In the years past we have given for 
our Christmas entertainment some 
thing rather light and jolly such as 
“The Crystal Ball,’’ *‘Aladdin or the 
Wonderful Gamp,”  ‘‘Little Lord 
Fauntleroy,’’ ‘*The Old Homestead,’’ 
‘*Cinderella,’’ ete., but this year we 
attempted something more solid and 
suitable to the season. The entertain- 
ment was based upon Henry Van 
Dyke’s beautiful story of "The Other 
Wise Man”’ one scene being taken from 
a chapter in Ben Hur. 

In Part ], Artaban, a magian, ealls 
a meeting of some of his friends to 
meet the three wise men, in hopes that 
all may go together to greet the king 
who, according to the prophesies is 
soon to be born in the city of David 




The others refuse to go, but Artaban 
and the Three see the Star and decide 
to start at once, Artaban remaining 
only long enough to sell his goods and 
purehase gifts for the little King. 

Part II shows Artaban on his jour- 
ney bearing a sapphire, a ruby and a 
pearl, all beautiful stones of great 
value. He is hurrying to keep his ap- 
pointment with The Three when he 
comes upon a dying Hebrew. After 
several hours work he restores him 
sufficiently to send him on his way, 
giving him the sapphire to keep him 
until his strength returns enough to 
enable him to earn his living. 

Artaban, a few minutes later, meets 
some shepherds who have a note for 
him from the others saying they have 
waited until past sunrise and then pro- 
ceeded on their journey. He then fol- 
lows alone. 

Part III is in Bethlehem. Artaban 
finds Miriam in front of her house 
singing to her babe. To his inquiries 
she replies that Joseph of Nazareth 
has been visited by strangers and his 
child worshipped and that the night 
before they had gone into Egypt. A 
few moments later the Roman soldiers 
enter carrying out their bloody order 
to kill the children of Bethlehem. 
They perform a number of evolutions 
to gratify their captain and then he 
attempts to enter the house of Miriam.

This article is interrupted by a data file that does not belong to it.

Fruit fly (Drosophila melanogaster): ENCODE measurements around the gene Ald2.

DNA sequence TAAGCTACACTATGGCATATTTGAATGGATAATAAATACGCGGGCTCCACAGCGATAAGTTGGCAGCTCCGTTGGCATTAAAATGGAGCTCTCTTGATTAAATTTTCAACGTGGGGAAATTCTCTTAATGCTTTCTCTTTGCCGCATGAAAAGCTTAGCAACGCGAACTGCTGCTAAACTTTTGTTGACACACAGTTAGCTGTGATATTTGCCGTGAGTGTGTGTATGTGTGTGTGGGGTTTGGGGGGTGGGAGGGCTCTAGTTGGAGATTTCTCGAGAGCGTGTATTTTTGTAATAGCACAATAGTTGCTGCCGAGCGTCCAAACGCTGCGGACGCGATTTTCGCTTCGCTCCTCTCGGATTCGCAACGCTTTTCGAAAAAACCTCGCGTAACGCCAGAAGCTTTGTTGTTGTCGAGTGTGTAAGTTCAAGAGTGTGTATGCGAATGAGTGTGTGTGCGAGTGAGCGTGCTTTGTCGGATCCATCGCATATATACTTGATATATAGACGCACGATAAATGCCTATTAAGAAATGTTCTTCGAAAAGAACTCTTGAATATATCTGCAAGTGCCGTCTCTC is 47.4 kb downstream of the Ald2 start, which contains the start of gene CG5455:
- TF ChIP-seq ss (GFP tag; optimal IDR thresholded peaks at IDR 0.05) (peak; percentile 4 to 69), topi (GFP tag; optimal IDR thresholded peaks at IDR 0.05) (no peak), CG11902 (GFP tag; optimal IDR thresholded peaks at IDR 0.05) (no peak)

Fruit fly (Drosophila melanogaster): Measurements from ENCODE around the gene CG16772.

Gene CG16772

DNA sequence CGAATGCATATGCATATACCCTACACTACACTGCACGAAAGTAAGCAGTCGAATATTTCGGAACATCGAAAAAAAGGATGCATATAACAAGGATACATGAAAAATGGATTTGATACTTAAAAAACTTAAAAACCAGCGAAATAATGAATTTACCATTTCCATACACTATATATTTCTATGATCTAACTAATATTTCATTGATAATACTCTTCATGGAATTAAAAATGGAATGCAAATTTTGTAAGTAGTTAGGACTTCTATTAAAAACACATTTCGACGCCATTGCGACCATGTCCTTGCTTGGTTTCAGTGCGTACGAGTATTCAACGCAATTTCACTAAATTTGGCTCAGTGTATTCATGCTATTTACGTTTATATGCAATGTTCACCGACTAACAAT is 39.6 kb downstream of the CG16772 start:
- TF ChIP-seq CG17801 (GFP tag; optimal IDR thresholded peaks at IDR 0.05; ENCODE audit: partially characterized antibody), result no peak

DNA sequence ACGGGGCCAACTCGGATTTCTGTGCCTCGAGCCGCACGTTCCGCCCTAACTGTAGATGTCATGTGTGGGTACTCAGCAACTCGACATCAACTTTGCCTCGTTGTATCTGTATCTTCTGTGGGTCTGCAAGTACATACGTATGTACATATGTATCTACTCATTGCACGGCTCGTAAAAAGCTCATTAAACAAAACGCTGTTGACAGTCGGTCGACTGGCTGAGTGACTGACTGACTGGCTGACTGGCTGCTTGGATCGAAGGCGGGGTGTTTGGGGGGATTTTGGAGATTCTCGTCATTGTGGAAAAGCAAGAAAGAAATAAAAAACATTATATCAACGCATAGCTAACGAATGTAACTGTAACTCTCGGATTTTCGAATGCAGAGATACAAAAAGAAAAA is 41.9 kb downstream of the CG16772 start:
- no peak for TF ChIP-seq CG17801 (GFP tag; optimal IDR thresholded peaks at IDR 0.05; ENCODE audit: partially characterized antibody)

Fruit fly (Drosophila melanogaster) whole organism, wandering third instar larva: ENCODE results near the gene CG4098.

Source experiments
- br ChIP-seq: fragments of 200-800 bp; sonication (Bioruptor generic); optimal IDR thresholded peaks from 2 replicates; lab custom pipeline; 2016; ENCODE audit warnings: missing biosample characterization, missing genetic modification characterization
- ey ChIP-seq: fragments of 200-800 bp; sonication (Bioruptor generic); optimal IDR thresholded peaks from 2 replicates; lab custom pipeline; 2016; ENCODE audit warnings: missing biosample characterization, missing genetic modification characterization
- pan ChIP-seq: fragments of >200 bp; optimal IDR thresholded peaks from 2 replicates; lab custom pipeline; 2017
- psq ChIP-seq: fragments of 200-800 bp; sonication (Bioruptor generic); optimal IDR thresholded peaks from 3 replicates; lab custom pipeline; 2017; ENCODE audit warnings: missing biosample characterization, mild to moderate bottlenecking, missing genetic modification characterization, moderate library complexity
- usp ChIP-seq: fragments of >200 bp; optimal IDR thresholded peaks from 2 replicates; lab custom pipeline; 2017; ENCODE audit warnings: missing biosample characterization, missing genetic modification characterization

Artaban stands in the door way. He 
gives the captain the ruby and the 
latter orders his soldiers on. Artaban 
thus sacrifices the second of the King’s 
jewels to save the life of a child. 

The fourth part is thirty-three years 
later. Balthasar and Simonides meet 
with Ben Hur who, with the legions, 
which they have sold all of their pos- 
sessions to raise, hopes to reseue the 
Messiah from the erucifixion to which 
he has been condemned. Artaban is 
found and comes to the meeting only 
to find that the legions have deserted. 
This seems to be his long sought op- 
portunity and he offers his wonderful 
pearl as the ransom. At this moment 

Esther, pursued by Roman soldiers, 
throws herself at his feet and implores 
his help to save her from being sold 
as a slave for her father’s debts. Ar- 
trban gives his last jewel to purchase 
her freedom. 

Itis the hour of the Crucifixion. An 
earthquake and darkness come and all 
flee but Esther and Artaban, who falls 
dying of a broken heart because he has 
given the king’s gifts to man and has 
not seen Him. Then he hears a voice 
and sees the Great Vision. His journey 
is ended. His treasures were accepted. 
The Other Wise Man finds the King. 

Immediately following the fourth 
part is a beautiful tableau. Artaban 
lies with his head on Esther’s knee 
and all around are little children in 
white who pantomine while soft voices 
without sing: ‘‘Nearer My God to 

The entertainment was repeated on 
Thursday evening for the children and 
again for the publie on Wednesday, 
January 2nd. 


We never give an entertainment of 
any character without being profound- 
ly impressed with the training ob- 
tained from such _ things. Many 
children go thru the year showing 
little or no improvement. Then comes 
the Christmas entertainment and the 
“taking a part’? and immediately there 
is positive advancement. 

The child is now in the midst of a 
spirit of interest, encouragement and 
happiness. There is a most pleasant 
outlook for the future, all are working 
in harmony; indeed, everything that 
goes to make up an ideal environment 
for learning is at hand and the child 
learns. It is not merely the drill or 
the speech or the song that is learned, 
it is the power to make hand, foot and 
voice do the will of the brain that is 
of value, for the edueated child is that 
one who ean best control and direct 
himself in every way.